The visitors were stunned. “Some of the folks were tearful,” Mitchell said.
“I was tearful, but I cry at dog food commercials,” Mitchell claimed. The psychologist’s eyes did indeed well up on a few occasions during his testimony this week, but the tears came when he was describing what he saw as his personal sacrifices. In contrast, he described waterboarding dispassionately, characterising it as “temporary discomfort”.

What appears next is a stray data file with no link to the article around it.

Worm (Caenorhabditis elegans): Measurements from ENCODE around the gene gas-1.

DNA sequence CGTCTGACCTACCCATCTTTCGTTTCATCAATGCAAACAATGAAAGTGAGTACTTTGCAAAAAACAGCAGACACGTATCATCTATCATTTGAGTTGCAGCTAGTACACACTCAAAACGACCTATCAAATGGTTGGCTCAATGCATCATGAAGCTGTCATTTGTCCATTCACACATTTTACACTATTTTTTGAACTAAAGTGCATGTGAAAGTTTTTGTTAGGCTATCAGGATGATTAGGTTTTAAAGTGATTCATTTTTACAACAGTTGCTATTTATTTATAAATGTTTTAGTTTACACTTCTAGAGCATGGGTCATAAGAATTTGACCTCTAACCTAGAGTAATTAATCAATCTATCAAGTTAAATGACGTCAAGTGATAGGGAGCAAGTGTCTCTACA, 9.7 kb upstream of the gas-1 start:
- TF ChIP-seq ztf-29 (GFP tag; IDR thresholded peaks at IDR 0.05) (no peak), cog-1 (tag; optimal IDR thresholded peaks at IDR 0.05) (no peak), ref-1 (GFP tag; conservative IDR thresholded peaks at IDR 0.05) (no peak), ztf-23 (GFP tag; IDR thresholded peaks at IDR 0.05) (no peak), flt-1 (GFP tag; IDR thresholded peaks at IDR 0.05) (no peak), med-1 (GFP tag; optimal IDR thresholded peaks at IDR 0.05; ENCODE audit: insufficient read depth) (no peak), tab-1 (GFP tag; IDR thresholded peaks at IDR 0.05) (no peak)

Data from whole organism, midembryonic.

Chilling role of 'the Preacher' confirmed at CIA waterboarding hearing in Guantánamo [Julian Borger/The Guardian]
(Image: Crown, modified)
@_leilanaatry this! #foryoupage #airpods #seeya #WhatsYourStuf #officelife #makethisviral￼
Trade an Airpod with your friend. Pop it in your ear. Use a text-to-speech program like Google Translate to "talk" to your friend across the room during the class, without ever having to open your mouth.
I don't know if this is legit, but either way, it's brilliant.